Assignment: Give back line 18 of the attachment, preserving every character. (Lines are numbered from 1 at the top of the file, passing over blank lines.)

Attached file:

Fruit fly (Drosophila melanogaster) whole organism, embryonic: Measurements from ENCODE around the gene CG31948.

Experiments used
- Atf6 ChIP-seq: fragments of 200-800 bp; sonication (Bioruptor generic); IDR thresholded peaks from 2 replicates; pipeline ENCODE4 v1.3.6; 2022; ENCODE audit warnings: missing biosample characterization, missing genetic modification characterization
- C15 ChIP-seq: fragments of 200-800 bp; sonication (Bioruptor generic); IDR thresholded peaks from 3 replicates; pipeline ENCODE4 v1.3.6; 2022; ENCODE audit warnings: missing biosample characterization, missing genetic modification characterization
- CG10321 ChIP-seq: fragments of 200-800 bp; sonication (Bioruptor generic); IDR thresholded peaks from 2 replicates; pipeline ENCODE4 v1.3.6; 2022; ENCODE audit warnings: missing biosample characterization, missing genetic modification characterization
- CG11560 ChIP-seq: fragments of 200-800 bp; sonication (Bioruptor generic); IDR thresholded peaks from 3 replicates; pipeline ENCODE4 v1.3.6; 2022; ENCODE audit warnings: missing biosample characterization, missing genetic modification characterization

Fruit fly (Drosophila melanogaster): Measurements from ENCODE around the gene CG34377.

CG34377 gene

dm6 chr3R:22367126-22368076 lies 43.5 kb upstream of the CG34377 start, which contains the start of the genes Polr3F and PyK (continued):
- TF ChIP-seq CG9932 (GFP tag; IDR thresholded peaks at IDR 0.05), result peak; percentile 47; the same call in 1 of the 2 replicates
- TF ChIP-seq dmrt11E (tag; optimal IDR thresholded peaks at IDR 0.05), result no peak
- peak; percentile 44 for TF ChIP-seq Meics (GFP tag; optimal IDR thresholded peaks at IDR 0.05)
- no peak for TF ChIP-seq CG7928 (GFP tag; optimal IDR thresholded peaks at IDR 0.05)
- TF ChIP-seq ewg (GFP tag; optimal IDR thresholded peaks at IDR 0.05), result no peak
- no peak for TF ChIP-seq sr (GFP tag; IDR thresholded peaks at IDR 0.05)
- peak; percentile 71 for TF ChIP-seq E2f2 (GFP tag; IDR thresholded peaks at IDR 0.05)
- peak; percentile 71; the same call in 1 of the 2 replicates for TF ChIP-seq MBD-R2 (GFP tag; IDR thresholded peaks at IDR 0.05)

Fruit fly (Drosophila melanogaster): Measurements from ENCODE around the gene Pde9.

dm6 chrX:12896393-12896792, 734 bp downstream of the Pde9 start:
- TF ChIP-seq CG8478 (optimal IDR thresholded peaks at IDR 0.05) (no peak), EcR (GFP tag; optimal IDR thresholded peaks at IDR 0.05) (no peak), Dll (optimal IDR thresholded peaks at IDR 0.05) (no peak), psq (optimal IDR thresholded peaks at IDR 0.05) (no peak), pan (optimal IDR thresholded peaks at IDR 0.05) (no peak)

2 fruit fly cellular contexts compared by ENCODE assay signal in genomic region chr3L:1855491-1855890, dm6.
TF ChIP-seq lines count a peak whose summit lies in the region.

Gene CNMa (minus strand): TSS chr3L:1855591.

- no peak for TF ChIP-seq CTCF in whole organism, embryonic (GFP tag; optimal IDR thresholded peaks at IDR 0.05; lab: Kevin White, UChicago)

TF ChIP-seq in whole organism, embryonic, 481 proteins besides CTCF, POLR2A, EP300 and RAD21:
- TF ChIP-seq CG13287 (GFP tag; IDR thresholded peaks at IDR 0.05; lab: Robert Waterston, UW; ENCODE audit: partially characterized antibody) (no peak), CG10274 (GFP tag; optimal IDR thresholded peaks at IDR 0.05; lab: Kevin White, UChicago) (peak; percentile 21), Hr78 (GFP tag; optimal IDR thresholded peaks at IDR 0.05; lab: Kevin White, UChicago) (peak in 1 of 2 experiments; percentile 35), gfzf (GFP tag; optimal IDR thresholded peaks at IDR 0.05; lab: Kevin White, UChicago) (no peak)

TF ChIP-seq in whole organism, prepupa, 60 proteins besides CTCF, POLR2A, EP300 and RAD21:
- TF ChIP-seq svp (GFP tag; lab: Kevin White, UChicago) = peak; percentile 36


Fruit fly (Drosophila melanogaster): Measurements from ENCODE around the gene Pde9.